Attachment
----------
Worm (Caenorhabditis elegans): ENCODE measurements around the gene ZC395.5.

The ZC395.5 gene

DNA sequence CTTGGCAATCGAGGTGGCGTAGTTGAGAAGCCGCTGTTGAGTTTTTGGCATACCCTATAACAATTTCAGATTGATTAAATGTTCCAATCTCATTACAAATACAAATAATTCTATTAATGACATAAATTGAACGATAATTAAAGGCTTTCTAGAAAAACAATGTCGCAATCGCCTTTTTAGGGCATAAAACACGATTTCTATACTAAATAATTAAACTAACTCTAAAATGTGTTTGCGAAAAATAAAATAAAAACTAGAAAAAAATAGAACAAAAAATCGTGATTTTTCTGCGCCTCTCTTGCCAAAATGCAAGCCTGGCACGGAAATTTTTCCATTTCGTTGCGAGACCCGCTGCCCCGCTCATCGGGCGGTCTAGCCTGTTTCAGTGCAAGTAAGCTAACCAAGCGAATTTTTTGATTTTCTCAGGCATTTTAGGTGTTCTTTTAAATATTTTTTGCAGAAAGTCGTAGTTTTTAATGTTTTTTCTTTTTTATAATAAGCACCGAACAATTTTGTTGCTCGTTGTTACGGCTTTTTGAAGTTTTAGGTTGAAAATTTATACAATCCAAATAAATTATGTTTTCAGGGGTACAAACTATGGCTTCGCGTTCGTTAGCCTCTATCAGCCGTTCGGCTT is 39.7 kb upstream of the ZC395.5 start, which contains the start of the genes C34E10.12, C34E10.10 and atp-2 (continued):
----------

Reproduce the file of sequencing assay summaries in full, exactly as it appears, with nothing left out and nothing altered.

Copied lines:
Worm (Caenorhabditis elegans): ENCODE measurements around the gene ZC395.5.

The ZC395.5 gene

DNA sequence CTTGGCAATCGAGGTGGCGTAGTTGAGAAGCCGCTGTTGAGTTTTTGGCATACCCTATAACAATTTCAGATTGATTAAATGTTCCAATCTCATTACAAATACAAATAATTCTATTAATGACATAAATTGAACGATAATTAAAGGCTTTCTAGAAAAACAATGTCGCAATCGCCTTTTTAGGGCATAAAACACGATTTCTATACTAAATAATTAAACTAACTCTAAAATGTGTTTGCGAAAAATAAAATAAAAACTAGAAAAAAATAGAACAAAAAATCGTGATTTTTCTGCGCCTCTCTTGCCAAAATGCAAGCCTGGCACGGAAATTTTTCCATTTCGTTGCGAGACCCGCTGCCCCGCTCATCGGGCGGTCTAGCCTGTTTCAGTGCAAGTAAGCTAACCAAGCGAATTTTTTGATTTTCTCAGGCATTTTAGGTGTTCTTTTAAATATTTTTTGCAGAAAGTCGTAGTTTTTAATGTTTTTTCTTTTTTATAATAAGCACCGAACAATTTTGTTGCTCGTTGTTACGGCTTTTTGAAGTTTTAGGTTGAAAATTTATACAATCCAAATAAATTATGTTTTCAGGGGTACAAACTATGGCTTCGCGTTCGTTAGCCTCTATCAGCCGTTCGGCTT is 39.7 kb upstream of the ZC395.5 start, which contains the start of the genes C34E10.12, C34E10.10 and atp-2 (continued):